"Famished Road,” by Ben Okri, 1991
Nigeria in 1991 was not a pretty place. Nothing has changed since 1991 – it has probably just gotten worse. It is run by a kleptocratic and violent military junta; riven by ethnic and religious bloodshed, dominated by a cursed extraction economy, with international oil companies sitting at the top of this cruel pile. Who says literature cannot be a part of real life? This book is.
This nightmarish novel combines the hallucinations and dreams of a ‘spirit child’ with the experiences of an actual child in a run-down slum in capitalist Nigeria. The trees are being cut down around his shack village, the forest is disappearing. Roads are being built that might swallow everyone whole. The ghetto inhabitants are ruled over by landlords and bar owners and political thugs. The bar owner, Madame Koto, becomes swollen with wealth and power. The child sees the crippled and warped emotional spirits that hover over these poverty-stricken and brutalized labouring people. His name is Azaro – or “Lazarus”- for he is only temporarily human. He has chosen to live with the humans, though his dead spirit friends want him back. He is abducted by spirits and real villains again and again, both friendly and hostile. He gets lost in the unceasing movement of the city. He is chased by monsters through city and forest. His mother sells trinkets, and is kicked out of the bazaar. His father carries heavy concrete sacks at the city garage area. His father brutalizes his mother and he out of frustration with his life. They all live together in a leaking shack in the compound, barely able to pay their rent. The spirits provide the emotional signage for the terrible destruction meted out to the poor. Azaro has thrown his lot in with the humans, and pays the price.
Only once do the inhabitants take revenge as a group. They take it upon the politicians of the ‘Party of the Rich’ when they offer spoiled milk to the hungry – a milk that makes everyone vomit. They promise plenty, then dole out poison. Quite symbolic. The people burn the politicians’ van, beat their thugs and chase the landlord and politician out of the neighbourhood. And the people get their picture in the paper for doing this, the first time ever. And so the thugs come back, chasing photographer Jeremiah, who took pictures of the rebellion. The thugs haunt the streets with threats of revenge. This is the atmosphere of “violence and war’ that permeates Nigeria.
Azaro’s father, known as “Dad,” a tough pugilist who can finish several men with his fists, decides to get out of this grinding poverty by becoming a ‘politician.’ Although he doesn’t quite know what that means. Dad becomes a supporter of the Party of the Poor until he understands they are lying too. He fights thugs from the Party of the Rich and also various magical thugs - and defeats them all, though at great cost to his own body. But each beating makes him see the weakness of the Nigerian people when faced with such political terrors. Each beating makes him wiser. Dad becomes the prophet that no one listens to, except his wife and son.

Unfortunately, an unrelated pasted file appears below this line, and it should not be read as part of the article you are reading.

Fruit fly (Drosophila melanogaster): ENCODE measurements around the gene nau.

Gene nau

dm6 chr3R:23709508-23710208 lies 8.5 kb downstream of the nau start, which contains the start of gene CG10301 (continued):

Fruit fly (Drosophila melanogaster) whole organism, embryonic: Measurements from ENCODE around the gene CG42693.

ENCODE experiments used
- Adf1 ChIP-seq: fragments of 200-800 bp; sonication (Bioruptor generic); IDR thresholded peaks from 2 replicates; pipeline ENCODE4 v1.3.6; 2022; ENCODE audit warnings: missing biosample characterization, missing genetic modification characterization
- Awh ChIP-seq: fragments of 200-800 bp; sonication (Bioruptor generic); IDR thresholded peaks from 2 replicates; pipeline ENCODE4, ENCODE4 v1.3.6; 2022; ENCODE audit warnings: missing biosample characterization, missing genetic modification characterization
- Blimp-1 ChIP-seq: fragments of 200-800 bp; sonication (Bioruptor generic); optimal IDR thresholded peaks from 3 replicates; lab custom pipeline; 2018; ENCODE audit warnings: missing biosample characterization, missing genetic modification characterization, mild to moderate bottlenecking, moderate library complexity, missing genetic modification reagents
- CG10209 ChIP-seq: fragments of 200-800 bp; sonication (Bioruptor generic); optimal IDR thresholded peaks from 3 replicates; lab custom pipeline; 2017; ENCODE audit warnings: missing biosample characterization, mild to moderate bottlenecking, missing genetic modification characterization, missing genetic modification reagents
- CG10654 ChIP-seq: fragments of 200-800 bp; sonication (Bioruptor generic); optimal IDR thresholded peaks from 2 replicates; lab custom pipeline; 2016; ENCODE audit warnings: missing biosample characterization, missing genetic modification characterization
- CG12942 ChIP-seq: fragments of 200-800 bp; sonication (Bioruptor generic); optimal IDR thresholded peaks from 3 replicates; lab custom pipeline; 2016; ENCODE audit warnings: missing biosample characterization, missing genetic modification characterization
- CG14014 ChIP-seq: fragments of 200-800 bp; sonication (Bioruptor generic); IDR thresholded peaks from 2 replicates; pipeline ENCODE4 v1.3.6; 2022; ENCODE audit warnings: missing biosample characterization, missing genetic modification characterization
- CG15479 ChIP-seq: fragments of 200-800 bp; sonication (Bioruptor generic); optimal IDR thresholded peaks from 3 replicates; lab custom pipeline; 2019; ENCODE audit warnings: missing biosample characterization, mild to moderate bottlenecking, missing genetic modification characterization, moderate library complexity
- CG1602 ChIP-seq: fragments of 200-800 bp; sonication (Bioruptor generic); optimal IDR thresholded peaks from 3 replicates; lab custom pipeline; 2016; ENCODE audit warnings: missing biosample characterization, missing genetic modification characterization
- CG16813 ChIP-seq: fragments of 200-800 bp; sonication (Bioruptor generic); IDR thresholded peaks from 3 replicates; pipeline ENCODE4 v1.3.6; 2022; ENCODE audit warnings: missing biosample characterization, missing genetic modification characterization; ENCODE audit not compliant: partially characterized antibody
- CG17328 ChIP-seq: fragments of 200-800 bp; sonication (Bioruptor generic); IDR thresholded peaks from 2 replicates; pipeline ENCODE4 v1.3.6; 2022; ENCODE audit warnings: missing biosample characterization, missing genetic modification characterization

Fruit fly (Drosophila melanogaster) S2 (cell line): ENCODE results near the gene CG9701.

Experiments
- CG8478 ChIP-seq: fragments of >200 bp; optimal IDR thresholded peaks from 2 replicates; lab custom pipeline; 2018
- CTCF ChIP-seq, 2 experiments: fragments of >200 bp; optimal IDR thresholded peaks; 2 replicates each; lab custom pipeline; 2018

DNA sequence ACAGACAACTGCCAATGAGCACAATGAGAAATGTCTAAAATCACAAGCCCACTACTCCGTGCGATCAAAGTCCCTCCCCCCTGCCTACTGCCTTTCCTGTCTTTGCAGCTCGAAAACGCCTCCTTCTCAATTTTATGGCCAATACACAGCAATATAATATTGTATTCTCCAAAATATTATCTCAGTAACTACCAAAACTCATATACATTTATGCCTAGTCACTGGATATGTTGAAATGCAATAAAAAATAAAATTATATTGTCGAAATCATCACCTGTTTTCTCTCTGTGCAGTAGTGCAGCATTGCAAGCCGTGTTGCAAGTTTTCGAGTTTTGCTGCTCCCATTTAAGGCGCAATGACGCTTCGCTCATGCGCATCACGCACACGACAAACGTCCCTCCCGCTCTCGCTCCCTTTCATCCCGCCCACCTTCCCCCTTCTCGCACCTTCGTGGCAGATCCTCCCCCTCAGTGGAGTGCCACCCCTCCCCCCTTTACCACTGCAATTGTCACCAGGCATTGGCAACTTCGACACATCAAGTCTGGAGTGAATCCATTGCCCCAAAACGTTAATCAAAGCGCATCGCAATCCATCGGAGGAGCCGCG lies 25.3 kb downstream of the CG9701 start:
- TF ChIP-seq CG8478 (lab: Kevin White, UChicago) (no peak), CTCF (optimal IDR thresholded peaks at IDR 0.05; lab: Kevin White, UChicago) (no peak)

Okri presents a circular view of life and also a progressive view, and these war quietly in the book’s background. Will the future be brighter or the same? He makes the case that the ‘beautiful misery’ of human life is worth it, in a sort of humanist paen. Well, certainly, most are not about to commit suicide. But this affirmation swims in a sea of misery and combat, of blood, palm wine and dream visions, and is exposed as a bit weak for all that.
This is a hard book to read, emotionally. The number of grotesque images multiplies like the flies that inhabit the town, like the rats under the floorboards. It is a style that might be called ‘magical realism’ except that reality overwhelms the ‘magic’ and the magic reinforces the reality. Aestheticizing poverty and misery is difficult, and perhaps Gabriel Marquez can do it - because he didn’t really try. His book, “100 years of Solitude” does not really focus on tragic shanty-town life. But Okri cannot ignore poverty, and that is a good thing. This is, to me, a straight-ahead depiction of life in Nigeria for the majority. Whatever stylistic methods Okri might use from prior African writing - like the bush literature of Amos Tutola - his intention is clearly not to romanticize or veil reality. As hard as it is at times for readers to separate the spirit language from the real language, they all ultimately flow together into one emotional wallop.
(This book, which was a winner of the Booker Prize, was mentioned in "Monsterology," reviewed below.)
March 21, 2014